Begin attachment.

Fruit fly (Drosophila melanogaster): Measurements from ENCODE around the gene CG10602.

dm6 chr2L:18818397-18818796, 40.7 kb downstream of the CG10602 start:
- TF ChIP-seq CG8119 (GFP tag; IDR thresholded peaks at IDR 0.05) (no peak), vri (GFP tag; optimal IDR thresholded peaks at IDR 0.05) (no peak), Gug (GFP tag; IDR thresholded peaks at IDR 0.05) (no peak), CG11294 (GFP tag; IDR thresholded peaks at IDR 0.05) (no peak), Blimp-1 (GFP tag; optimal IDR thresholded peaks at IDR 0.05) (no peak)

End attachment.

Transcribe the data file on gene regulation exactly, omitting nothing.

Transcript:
Fruit fly (Drosophila melanogaster): Measurements from ENCODE around the gene CG10602.

dm6 chr2L:18818397-18818796, 40.7 kb downstream of the CG10602 start:
- TF ChIP-seq CG8119 (GFP tag; IDR thresholded peaks at IDR 0.05) (no peak), vri (GFP tag; optimal IDR thresholded peaks at IDR 0.05) (no peak), Gug (GFP tag; IDR thresholded peaks at IDR 0.05) (no peak), CG11294 (GFP tag; IDR thresholded peaks at IDR 0.05) (no peak), Blimp-1 (GFP tag; optimal IDR thresholded peaks at IDR 0.05) (no peak)